Almost two years ago, the then ICC Chief Executive, Haroon Lorgat, trumpeted that the sport's governing body would be extending the number of teams in the ICC World Twenty20 to 16 from 2014 onwards.
It was a widely acclaimed move that will and has given the Associate nations a greater opportunity to compete on the global stage. There are no arguments there, but the remodelling of the tournament has given Ireland - among others - an additional hurdle to overcome if they want to qualify for the business end of the tournament.
Winning the qualification tournament - as Ireland did in November - is no longer enough to secure a berth alongside the Full Member nations but instead they face the distinct possibility of elimination before the big guns even enter proceedings. However, Phil Simmons is inevitably looking at the benefits of the new structure as his side look to continue their vast and ongoing development.
The Associate nation protagonists aren’t viewing the new group stage as a hindrance but a precursor to the serious business they hope to be part of.
Progression, obviously, depends on whether they can safely negotiate a tricky set of fixtures, starting with Zimbabwe on St. Patrick’s Day (17th March), with any defeat likely to prove fatal.
Ireland are the favourites to qualify from Group B and although they carry the weight of expectation of a growing cricketing public and the onlooking global community, there is no shortage of confidence within the squad after a couple of strong performances in the Caribbean recently, in addition to their Associate clean sweep in 2013.
The retirement of Trent Johnston has left a sizable void in the lower order - this will be their first World Cup without the all-rounder - but there are a couple of promising deputies ready to step in: both Andy McBrine and Stuart Thompson have impressed over the winter and are likely candidates.
On the batting front, the form of captain William Porterfield and Paul Stirling is worrying and while the strength down the order has masked that shortcoming in recent games, it’s sure to be ruthlessly exposed in Bangladesh, especially if they advance to the Super 10.
Left-arm spinner George Dockrell broke onto the international stage during the 2010 edition and is in fine form with the ball, as is nagging medium pacer Alex Cusack, who picked up the man of the series award in the recent fixtures against West Indies.
The slower bowlers are likely to play a key role on the slower Asian surfaces and Ireland have no shortage of guile with the ball.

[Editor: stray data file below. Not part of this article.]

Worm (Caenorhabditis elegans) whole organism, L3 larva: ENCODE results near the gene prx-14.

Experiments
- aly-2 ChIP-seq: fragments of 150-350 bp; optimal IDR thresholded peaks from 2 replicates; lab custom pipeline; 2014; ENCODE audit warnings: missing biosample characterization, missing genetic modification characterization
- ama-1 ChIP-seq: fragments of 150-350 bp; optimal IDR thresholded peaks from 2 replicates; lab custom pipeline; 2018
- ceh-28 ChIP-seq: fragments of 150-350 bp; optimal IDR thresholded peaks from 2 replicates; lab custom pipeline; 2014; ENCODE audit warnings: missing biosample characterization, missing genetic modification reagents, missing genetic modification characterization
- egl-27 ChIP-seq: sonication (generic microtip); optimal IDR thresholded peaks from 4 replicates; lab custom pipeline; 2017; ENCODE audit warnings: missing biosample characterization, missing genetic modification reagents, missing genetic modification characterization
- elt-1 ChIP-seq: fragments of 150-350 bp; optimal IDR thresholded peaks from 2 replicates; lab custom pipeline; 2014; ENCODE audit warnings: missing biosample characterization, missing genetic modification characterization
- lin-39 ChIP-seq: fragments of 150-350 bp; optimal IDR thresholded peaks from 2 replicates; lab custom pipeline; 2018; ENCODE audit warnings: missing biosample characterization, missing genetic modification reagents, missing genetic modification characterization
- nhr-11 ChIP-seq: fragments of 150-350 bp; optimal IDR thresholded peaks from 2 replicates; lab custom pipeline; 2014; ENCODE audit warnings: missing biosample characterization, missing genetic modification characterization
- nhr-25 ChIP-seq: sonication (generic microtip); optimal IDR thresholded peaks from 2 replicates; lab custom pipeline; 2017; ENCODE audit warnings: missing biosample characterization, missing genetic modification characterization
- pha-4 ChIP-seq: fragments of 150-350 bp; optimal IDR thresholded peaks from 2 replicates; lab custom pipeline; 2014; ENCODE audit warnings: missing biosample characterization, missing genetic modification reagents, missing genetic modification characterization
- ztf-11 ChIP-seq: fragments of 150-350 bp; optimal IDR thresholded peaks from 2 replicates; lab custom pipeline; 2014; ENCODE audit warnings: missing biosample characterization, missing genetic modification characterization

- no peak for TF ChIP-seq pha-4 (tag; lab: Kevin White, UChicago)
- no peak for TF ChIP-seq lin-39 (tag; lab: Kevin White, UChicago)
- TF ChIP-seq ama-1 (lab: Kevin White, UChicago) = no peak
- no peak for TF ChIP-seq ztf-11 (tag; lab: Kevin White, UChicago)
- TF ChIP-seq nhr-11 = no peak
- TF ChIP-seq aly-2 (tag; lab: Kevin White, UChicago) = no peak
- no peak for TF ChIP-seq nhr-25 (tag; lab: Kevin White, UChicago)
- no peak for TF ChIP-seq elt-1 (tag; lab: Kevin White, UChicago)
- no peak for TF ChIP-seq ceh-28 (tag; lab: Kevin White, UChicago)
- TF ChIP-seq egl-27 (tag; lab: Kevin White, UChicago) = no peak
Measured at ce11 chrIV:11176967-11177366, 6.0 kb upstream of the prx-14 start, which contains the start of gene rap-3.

However, their tournament hopes are expected to hinge on the first game of the campaign, against Zimbabwe - the loser of which will encounter the snags of the expanded structure first hand.
Recent T20I Form & Results
Last five results: LWWW
21st Feb 2014: lost to West Indies by 11 runs in Jamaica
19th Feb 2014: beat West Indies by 6 wickets in Jamaica
30th Nov 2013: beat Afghanistan by 68 runs in Abu Dhabi
16th Nov 2013: beat Canada by 2 runs in Abu Dhabi
Previous Tournament Performances
2009: Ireland’s first appearance at a World Twenty20 proved to be their most successful to date with a six-wicket victory over Bangladesh securing a place in the Super Eight stages, where they were comfortably beaten by New Zealand and Pakistan before running Sri Lanka close in their final game.
2010: After a disappointing loss to West Indies in their first game, any chances of progression were dashed by the Guyana rain. Having restricted England to 120 for eight in the winner takes all clash, Ireland were 14 for one in reply before the heavens opened and the game was abandoned. The point saw England progress and Ireland head home.
2012: Once again, Phil Simmons’ side found themselves on the wrong end of a rain-induced abandonment. Slow off the mark in the opening game of Group B in Colombo saw the Irish slump to defeat to Australia before another no result confirmed their elimination, this time against West Indies.
17th March v Zimbabwe – Sylhet
19th March v UAE – Sylhet
21st March v Netherlands – Sylhet
William Porterfield (captain), Alex Cusack, George Dockrell, Ed Joyce, Andrew McBrine, Tim Murtagh, Kevin O'Brien, Niall O'Brien, Andrew Poynter, Max Sorensen, James Shannon, Paul Stirling, Stuart Thompson, Gary Wilson, Craig Young
© Cricket World 2014